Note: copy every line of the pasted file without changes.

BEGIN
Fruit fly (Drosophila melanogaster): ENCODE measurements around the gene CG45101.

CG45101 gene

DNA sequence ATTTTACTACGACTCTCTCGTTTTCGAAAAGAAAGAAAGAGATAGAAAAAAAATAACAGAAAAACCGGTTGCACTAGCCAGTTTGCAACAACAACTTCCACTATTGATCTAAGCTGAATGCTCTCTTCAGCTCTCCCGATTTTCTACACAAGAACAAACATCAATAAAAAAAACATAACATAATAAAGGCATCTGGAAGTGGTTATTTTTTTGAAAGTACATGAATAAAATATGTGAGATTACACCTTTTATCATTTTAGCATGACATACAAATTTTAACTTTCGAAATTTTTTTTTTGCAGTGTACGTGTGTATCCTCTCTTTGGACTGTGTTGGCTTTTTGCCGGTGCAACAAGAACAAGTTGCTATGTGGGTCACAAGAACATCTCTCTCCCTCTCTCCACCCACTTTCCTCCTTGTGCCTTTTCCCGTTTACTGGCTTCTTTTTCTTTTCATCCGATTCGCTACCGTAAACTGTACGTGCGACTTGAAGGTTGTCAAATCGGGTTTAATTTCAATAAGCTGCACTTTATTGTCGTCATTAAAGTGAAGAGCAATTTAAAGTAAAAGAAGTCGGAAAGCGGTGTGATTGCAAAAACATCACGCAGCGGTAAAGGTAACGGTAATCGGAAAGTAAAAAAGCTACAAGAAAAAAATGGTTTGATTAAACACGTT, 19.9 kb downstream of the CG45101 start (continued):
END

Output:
Fruit fly (Drosophila melanogaster): ENCODE measurements around the gene CG45101.

CG45101 gene

DNA sequence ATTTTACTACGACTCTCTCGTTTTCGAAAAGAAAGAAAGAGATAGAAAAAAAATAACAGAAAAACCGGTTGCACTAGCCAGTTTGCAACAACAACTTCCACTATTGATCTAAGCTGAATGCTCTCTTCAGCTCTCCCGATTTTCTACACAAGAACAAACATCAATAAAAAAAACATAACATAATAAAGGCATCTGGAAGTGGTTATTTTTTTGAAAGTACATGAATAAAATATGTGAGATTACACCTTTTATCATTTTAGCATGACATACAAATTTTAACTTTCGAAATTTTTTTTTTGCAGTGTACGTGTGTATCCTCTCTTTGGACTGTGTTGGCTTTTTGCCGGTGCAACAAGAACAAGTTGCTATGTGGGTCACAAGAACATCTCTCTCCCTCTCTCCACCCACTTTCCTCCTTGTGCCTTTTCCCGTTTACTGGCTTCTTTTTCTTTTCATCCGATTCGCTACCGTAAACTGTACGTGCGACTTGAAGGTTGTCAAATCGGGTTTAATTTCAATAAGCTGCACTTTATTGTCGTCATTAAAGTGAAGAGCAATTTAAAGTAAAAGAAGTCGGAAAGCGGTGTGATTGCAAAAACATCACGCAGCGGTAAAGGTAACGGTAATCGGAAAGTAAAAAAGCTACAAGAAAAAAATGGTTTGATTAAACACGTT, 19.9 kb downstream of the CG45101 start (continued):